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Category: Category - Capital or Equity

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Discy Latest Questions

  1. This answer was edited.

    Before answering this question you should first have a glance over the concept of interest on capital. Interest on Capital An organisation or an entity is considered as separate from its partners or proprietor or shareholders for that matter. Since the capital brought in by the partners and proprietRead more

    Before answering this question you should first have a glance over the concept of interest on capital.

    Interest on Capital

    An organisation or an entity is considered as separate from its partners or proprietor or shareholders for that matter.

    Since the capital brought in by the partners and proprietor is an obligation for an entity thus the interest payable to the partners or proprietor for that matter is considered as an expense of the firm or an entity. Had not the partners or sole owner brought in the capital the firm or the organisation would have borrowed such amount externally and so, it would have to incur a certain financial charge.

    Adjustment of Interest on Capital in the Financial Statement

    Where the capital is introduced by the sole proprietor the transaction will be journalised as-

    Interest when due –

    Journal Entry

    Interest on capital transferred to profit and loss statement-

    Journal entry at the time of transferring the interest to income statement

    Thus, ultimately the profit of the firm is reduced as such interest is treated as an expense and hence debited in the profit and loss statement and it is shown in the balance sheet by increasing the capital on the liability side of the balance sheet by that amount.

    For Example,

    Mr John is a dealer in the smartphone has introduced capital worth 1,00,000 and the firm shall pay interest @ 6% p.a. at the end of the year.

    It will be displayed in the profit and loss statement as –

    Adjustment in the income statement

     

    It will be displayed in the balance sheet as –

    Adjustment in the financial statement

    Interest on capital is provided out of profits only. Thus in case of loss, no interest is provided.

    In case of a partnership firm – 

    If the firm maintains Fluctuating Capital i.e all entries in respect of salary, interest, profit earned and drawings of partners are transacted through the partner’s capital A/c.

    Thus, where an entity maintains only partners capital account the interest on capital shall be journalised as –

    Interest on capital due –

    Journal Entry for interest on capitalInterest on capital transferred to profit and loss appropriation statement –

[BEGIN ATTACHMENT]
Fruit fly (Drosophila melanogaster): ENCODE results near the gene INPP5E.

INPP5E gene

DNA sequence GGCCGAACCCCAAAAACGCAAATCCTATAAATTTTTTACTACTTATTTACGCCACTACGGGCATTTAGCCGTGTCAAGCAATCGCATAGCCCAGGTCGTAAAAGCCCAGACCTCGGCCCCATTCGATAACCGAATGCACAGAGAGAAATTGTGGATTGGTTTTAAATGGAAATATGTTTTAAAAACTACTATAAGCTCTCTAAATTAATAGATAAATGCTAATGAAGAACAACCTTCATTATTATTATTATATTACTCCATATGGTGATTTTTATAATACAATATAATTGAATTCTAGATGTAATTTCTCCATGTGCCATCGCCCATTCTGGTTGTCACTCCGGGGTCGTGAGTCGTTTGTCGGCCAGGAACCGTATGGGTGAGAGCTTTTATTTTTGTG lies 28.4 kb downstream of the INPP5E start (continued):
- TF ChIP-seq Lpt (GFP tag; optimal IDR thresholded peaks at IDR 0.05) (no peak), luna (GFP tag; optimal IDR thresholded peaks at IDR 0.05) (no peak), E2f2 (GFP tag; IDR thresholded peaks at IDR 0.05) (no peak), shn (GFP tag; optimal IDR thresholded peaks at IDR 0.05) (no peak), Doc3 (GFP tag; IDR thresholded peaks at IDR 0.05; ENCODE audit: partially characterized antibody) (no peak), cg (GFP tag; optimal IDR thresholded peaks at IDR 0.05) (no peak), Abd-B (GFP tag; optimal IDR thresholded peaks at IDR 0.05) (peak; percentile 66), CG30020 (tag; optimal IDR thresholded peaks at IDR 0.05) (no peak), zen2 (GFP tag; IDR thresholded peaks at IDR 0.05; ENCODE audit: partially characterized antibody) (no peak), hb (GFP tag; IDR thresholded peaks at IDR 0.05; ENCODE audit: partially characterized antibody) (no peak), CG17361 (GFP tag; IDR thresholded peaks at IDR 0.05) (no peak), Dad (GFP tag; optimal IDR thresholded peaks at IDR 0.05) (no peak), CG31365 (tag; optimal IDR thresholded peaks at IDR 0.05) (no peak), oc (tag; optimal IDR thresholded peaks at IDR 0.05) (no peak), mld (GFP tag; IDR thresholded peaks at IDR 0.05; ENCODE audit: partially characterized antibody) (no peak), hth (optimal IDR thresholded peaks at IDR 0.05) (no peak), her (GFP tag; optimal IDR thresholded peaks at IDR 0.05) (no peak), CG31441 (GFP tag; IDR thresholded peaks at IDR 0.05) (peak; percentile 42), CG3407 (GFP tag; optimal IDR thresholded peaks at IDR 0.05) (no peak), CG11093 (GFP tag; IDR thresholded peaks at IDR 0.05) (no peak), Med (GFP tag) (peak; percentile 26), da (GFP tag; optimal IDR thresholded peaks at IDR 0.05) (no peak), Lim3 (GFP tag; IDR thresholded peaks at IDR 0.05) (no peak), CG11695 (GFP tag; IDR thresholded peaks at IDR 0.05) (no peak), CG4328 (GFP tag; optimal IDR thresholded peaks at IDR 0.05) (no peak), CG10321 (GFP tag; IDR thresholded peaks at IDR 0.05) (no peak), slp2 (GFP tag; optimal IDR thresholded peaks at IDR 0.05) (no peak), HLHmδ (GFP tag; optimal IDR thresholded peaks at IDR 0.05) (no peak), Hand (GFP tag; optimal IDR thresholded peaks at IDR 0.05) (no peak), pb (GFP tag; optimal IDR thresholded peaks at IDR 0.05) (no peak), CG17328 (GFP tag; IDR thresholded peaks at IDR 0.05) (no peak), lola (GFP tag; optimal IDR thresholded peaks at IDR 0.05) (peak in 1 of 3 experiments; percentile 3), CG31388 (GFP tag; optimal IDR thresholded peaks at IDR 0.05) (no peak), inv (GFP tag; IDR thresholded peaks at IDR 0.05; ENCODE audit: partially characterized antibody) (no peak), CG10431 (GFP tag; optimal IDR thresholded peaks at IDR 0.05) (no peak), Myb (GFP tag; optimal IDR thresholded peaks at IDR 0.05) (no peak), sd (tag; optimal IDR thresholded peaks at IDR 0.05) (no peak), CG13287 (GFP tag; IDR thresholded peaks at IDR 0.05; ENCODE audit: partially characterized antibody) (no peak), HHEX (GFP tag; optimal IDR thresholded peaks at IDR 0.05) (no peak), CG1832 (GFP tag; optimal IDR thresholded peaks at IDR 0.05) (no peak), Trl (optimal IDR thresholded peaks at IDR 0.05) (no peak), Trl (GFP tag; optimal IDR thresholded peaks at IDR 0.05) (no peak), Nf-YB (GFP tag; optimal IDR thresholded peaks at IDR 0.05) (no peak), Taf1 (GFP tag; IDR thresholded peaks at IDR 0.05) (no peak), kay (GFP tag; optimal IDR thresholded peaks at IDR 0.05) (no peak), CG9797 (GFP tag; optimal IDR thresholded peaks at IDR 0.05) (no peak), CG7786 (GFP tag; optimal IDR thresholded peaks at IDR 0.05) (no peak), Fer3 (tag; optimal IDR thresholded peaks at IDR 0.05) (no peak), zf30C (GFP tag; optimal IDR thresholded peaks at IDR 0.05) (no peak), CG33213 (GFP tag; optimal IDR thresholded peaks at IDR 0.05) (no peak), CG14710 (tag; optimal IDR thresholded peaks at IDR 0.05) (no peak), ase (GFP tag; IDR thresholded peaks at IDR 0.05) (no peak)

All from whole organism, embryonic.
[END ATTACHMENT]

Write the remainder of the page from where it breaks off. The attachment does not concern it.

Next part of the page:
Adjustment in an income statement

    Some entities prefer showing the partner’s capital accounts with the same old figures i.e no entries in respect of salary, interest, profit earned and drawings of partners are transacted through the partner’s capital A/c.

    A separate account is to be opened for the same called “Partner’s Current Account”. The interest on capital here shall be calculated only on fixed capital.

    In this case, such a transaction shall be journalised as –

    Interest due on capital
    Interest on capital when an entity maintains partners current account

    Interest on capital transferred to profit and loss appropriation statement –

    Adjustment in an income statement

    Thus, ultimately the profit of the firm is reduced as such interest is treated as an expense and hence debited in the profit and loss appropriation statement and it is shown in the balance sheet by increasing the partner’s capital/ current a/c on the liability side of the balance sheet by that amount.

    The example given below will be of some help to interpret the above para

    An entity has 2 partners – Alex and Anna at the beginning of the year both have introduced a capital of 100,000  each and it was agreed in the partnership deed that the partners will charge interest @ 12% p.a. every year at the end of the year.

    Hence, the interest of 24,000 (100,000 x 12% p.a x 2 partners) shall be transacted in the balance sheet and Profit and loss statement as –

    If the firm maintains partners capital account only-
    Adjustment in profit and loss appropriation statement

    Extract of Profit and Loss Appropriation Account-

    Adjustment in the statement of accounts

    Adjustment in a balance sheet

    A snippet of the balance sheet is given below

    Interest adjustment in the balance sheet when the entity maintains only capital account

    If the firm maintains partners capital account and partners current account

    Adjustment in profit and loss statement

    Extract of Profit and Loss Appropriation Account-

    Adjustment in Financial Statements

     

    Adjustment in a balance sheet

    A snippet of the balance sheet is given below

    Adjustment in partners current account on liability side of balance sheet

    I have tried simplifying it as much as I could. I hope this helps.


    Aastha Mehta.

     

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  1. This answer was edited.

    The term negative working capital is derived from the concept of working capital. To begin with, I would like to briefly explain the meaning of working capital. In simple terms, Working Capital refers to the total amount of current assets excluding the total amount of current liabilities in a busineRead more

    The term negative working capital is derived from the concept of working capital. To begin with, I would like to briefly explain the meaning of working capital.

    In simple terms, Working Capital refers to the total amount of current assets excluding the total amount of current liabilities in a business. It can have a positive or a negative value, wherein the two are an indicator of the well-being of a business. The formula to calculate working capital is as follows: